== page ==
If you didn’t stop by Crushcakes on Thursday evening, you definitely missed out on some sweet treats, and I’m not just talking about cupcakes. The MultiCultural Center hosted its quarterly “An Evening of Self-Expression” at the café. It was the second event in the MCC’s “Come Together” series, which focuses on I.V. Remembrance related to last year’s May 23 tragedy.
Evening of Self-Expression is open to any artists willing to express themselves through various means such as spoken word, music, dance and poetry, all the while informing the public on issues affecting students of color, women and other marginalized groups.
The café’s seats gradually filled up as the DJ played Bobby Caldwell’s “What You Won’t Do For Love” in the corner. Coffee cups were distributed and, as the crowd settled in and sought comfort from the wind outside, lights dimmed and the evening finally began.
The open mic night was led by two-time Def Jam Poetry performer Thea Monyee who came all the way from Los Angeles to be the MC. The incredibly energetic poet dressed in a long tribal print romper hopped onstage and cracked jokes about how “you should never date a poet” and how that clearly didn’t work for her husband. She proceeded to kick off the show with her poem titled “Beauty.” Her powerful voice boomed as she spoke about unrealistic standards of beauty. She left the audience with words to reflect on by stating that “beauty that you have earned is beauty well deserved.”
Poet Keith Mar was next. He described his experience of being an Asian American and the frustrations that come with accepting oneself and being able to “celebrate his Asian-ness.” In his poem “An Ode to Basketball and Asian American History Month,” he described himself as the “founding member of the joy dunk club” and “the spirit of resilience.” The audience cheered when he said that it was about time he celebrated himself.
David Hur, asking everyone to gather around him and vibe with him as he rapped about being Asian, captivated the audience. He reminded the crowd that Elliot Rodger was half-Asian himself. Hur’s piece tackled the difficulties hapas face in forging an identity.
Richard Martinez, father of one of last year’s shooting victims, dedicated his poem to Shannon Watts, with whom he protested against the NRA. He also described the open mic night as something that serves as a healing space. In his “band of brothers speech for moms,” he stressed “that our children deserve better than the fear of death that [NRA] preach.”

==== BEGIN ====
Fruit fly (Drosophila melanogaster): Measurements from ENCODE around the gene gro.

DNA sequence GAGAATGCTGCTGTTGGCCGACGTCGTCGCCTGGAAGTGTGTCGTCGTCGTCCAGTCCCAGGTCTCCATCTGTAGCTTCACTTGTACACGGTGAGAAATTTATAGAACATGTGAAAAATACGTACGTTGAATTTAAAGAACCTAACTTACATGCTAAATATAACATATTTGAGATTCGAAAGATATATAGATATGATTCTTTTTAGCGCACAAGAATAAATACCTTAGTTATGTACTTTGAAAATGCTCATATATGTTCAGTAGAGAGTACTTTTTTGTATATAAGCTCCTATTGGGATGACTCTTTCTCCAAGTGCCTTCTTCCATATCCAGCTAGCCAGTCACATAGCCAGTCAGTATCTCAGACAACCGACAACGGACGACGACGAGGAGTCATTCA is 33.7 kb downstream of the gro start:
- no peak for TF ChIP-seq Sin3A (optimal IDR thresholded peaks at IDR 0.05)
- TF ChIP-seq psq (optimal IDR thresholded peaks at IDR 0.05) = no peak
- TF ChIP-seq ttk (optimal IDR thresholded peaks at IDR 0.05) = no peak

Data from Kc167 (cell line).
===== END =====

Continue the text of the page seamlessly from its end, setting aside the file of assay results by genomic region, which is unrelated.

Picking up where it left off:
Upon her return to the stage, Monyee began with a monologue describing the stressful and terrifying undertaking of parenting in the modern era. This speech served as segue into her poem “Gethsemane.” Her powerful voice gripped the audience’s attention as she expressed her sympathy for the mothers of deceased brown revolutionaries.
Another performer by the name of Abraham Lazama left his piece open to interpretation for the audience.
“From womb to womb, my life is never mine to keep … the day I was born was the day I started dying.” Although his poem was short, he left the audience in deep thought.
Lazama concluded the list of people who signed up to perform for the night. Monyee, however, did not let that stop the evening from continuing. She insisted that volunteers come up and perform anything they want.
A brave man by the name of Scott volunteered to freestyle. He quoted various great personas, from Martin Luther King to John Lennon, emphasized the importance of love and concluded with an a cappella rendition of The Youngbloods’ “Get Together.”
Mar and Hur also went up on stage again. Mar dedicated his poem to “Six people [he has] never met … whose story [he] carried in [his] heart for the last year,” while Hur performed yet another rap piece, this one titled “Straight From the Brothers and Sisters.”
Jeremy, the last person to go on stage, read his poem “Peace,” in which he described the different facets of peace and the importance of appreciating what we have while we have it.
Before she closed off the evening, Monyee shared some wise words with the crowd by speaking about love. She stressed, “No one in this room has any excuses for not loving,” and with that, the MCC’s Evening of Self-Expression came to an end.
Annie Hikido, who came to support her friend, Hur, had some insightful thoughts to share when asked about what she thought of the event.
“There is just so much violence in the media, it’s so crucial to create these spaces of healing in the midst of all this violence and tragedy.” Hikido’s words struck a chord.